In applying the law to the facts, the Second Department found that an issue of fact existed as to whether plaintiff’s failure to name the co-owner as a defendant was the result of willful neglect.   The Appellate Division reasoned that although plaintiff reasonably relied on a pre-foreclosure title search and mortgage foreclosure certificate, which missed the quitclaim deed to the co-owner, an issue of fact existed because the co-owner was named as a defendant in a prior foreclosure.  In further support of its holding, the Second Department noted that the co-owner claimed to have submitted financial information and documents to the mortgage servicer, which remained the servicer, as part of the mortgagor’s loan modification applications.  Based on its findings, the Second Department reversed the trial court’s decision.

Prior to the Second Department’s decision, most observers believed that reliance on an erroneous pre-foreclosure title report demonstrated, prima facie, the absence of willful neglect by a lender in failing to name a necessary party.  Indeed, although cited and quoted extensively by the Second Department in its decision, the Third Department held on similar facts in HSBC Bank USA, N.A. v. Guardian Preserv. LLC, 160 A.D.3d 1236 (3d Dep’t 2018) that there was “simply no reason why plaintiff would willfully omit a necessary party” and that plaintiff demonstrated the absence of willful neglect by showing that it relied on a pre-foreclosure title search that failed to uncover a quitclaim deed to the omitted defendant.  The Third Department further noted that even though a more recent title search, one less than 6 months old, could have been ordered by the plaintiff before commencing the action, the failure to do so constituted an omission, not willful neglect.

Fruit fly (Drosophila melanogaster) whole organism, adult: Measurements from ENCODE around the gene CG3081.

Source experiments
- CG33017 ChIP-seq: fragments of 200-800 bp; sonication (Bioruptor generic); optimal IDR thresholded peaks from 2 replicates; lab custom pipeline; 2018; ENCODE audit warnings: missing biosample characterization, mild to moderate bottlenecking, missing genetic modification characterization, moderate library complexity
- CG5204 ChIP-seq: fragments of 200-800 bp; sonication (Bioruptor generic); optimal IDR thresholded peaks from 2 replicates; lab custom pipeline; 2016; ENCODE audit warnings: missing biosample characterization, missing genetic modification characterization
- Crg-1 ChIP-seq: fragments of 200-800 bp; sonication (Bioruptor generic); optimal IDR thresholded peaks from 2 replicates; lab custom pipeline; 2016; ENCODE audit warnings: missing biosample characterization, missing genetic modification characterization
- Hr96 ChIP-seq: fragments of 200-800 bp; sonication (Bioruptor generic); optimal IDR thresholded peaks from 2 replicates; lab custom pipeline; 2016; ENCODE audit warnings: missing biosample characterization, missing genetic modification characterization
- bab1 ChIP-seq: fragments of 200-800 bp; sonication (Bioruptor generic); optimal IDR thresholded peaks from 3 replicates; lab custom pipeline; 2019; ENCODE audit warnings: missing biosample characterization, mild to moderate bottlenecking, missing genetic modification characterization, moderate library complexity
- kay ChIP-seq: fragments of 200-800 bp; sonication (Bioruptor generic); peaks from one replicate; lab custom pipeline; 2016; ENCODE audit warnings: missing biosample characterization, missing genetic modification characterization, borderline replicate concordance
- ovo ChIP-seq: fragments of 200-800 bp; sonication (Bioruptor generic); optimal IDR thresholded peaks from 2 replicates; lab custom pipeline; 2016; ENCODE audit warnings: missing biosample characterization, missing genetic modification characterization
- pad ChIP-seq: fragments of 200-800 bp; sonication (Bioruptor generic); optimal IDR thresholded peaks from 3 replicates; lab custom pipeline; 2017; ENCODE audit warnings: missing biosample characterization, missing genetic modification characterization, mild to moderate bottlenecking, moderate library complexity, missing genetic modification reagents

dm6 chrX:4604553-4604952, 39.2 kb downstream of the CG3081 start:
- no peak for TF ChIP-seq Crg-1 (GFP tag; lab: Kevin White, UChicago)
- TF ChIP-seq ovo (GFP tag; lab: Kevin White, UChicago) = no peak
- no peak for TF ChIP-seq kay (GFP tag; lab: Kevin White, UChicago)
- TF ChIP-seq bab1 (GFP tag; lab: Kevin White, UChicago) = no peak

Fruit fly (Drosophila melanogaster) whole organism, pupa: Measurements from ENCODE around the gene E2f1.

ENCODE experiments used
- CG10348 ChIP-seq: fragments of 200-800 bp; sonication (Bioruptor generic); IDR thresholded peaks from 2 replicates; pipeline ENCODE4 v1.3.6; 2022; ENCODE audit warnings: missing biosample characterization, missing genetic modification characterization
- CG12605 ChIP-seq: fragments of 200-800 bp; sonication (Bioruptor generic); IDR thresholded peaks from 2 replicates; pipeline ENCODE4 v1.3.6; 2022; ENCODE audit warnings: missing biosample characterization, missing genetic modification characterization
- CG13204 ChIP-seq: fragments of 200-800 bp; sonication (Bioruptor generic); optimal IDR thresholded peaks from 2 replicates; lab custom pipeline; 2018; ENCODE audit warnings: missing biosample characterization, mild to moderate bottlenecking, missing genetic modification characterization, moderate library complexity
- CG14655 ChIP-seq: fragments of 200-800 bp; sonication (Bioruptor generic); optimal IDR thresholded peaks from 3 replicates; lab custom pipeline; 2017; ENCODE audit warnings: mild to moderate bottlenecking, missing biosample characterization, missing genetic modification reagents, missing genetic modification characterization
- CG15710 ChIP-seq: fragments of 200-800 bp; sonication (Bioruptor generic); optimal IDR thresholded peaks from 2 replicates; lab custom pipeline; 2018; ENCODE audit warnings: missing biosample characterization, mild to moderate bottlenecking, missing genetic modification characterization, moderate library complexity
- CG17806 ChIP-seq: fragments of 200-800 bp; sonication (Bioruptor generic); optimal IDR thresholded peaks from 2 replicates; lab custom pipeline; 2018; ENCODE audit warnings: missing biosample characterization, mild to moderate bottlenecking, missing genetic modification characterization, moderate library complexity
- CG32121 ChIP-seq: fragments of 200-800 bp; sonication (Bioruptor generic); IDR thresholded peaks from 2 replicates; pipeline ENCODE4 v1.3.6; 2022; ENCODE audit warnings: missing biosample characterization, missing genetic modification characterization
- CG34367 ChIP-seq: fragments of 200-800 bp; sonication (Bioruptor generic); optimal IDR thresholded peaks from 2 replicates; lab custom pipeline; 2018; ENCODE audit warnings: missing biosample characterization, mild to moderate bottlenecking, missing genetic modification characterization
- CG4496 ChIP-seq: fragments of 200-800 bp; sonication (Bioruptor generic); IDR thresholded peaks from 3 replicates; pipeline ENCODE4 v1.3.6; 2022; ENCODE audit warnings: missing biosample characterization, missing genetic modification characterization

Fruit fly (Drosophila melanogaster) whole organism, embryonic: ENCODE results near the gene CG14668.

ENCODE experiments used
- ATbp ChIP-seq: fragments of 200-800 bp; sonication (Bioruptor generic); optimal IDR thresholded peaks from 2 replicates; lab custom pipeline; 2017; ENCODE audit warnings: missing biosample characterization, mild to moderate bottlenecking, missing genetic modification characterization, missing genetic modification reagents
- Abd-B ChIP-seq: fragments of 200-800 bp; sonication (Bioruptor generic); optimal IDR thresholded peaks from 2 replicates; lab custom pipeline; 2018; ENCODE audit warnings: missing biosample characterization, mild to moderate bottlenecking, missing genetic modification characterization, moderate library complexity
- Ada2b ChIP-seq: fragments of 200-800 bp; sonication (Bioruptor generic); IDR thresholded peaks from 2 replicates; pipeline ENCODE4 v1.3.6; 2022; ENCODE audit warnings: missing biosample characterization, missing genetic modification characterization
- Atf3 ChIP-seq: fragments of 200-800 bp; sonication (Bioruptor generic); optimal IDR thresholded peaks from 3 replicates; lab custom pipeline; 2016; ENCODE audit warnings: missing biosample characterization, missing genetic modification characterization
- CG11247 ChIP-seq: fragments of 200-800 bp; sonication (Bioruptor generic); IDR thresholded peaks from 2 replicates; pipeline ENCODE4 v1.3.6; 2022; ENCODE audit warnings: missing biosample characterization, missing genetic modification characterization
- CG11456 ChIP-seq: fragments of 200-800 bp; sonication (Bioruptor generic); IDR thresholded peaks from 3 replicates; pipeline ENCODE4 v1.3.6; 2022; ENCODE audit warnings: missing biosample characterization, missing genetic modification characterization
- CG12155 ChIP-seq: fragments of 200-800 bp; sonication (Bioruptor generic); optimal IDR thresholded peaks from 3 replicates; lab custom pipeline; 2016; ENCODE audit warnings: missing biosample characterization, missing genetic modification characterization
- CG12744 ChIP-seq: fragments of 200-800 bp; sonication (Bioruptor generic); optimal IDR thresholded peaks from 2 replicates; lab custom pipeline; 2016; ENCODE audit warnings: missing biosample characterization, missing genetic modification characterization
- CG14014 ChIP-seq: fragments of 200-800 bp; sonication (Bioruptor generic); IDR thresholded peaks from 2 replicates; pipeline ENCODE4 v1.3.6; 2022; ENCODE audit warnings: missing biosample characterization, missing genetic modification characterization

The Second Department’s citation to McWhite v. I&I Realty Group, LLC, 2019 NY Slip Op 31552(U) (Sup. Ct. Kings County 2017) fares no better.  Although the McWhite court found that an issue of fact existed, the case is factually distinguishable from the case at bar and the court applied a different standard for “willful neglect,” which it defined as “a knowing, conscious and voluntary act and not a simply neglectful one.”  In applying this definition, the trial court found that an issue of fact existed because the foreclosing plaintiff, which named all necessary parties, submitted an erroneous judgment that included the record owner’s name in the caption even though he had been dismissed from the case previously.  Needless to say, potential fraud on the court is very different from reliance on an erroneous title search

Based on the Second Department’s decision, lenders should exercise even greater diligence when commencing foreclosure actions.  Reliance on a pre-foreclosure title search is no longer sufficient, at least in the Second Department, to demonstrate the absence of willful neglect by a lender in failing to name a necessary party.  Vigilant lenders should heed the Second Department’s warning and make it a point to review any prior foreclosure actions and loss mitigation applications in addition to a pre-foreclosure title search before commencing an action to ensure all necessary parties are named.  The failure to exercise such diligence could result in a lender’s mortgage being deemed unenforceable.

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This Legal Update is intended to keep readers current on developments in the law, and is not intended to be legal advice. If you have any questions, please contact Morgan R. McCord at 914.286.2630 or, or any other attorney at Eckert Seamans with whom you have been working.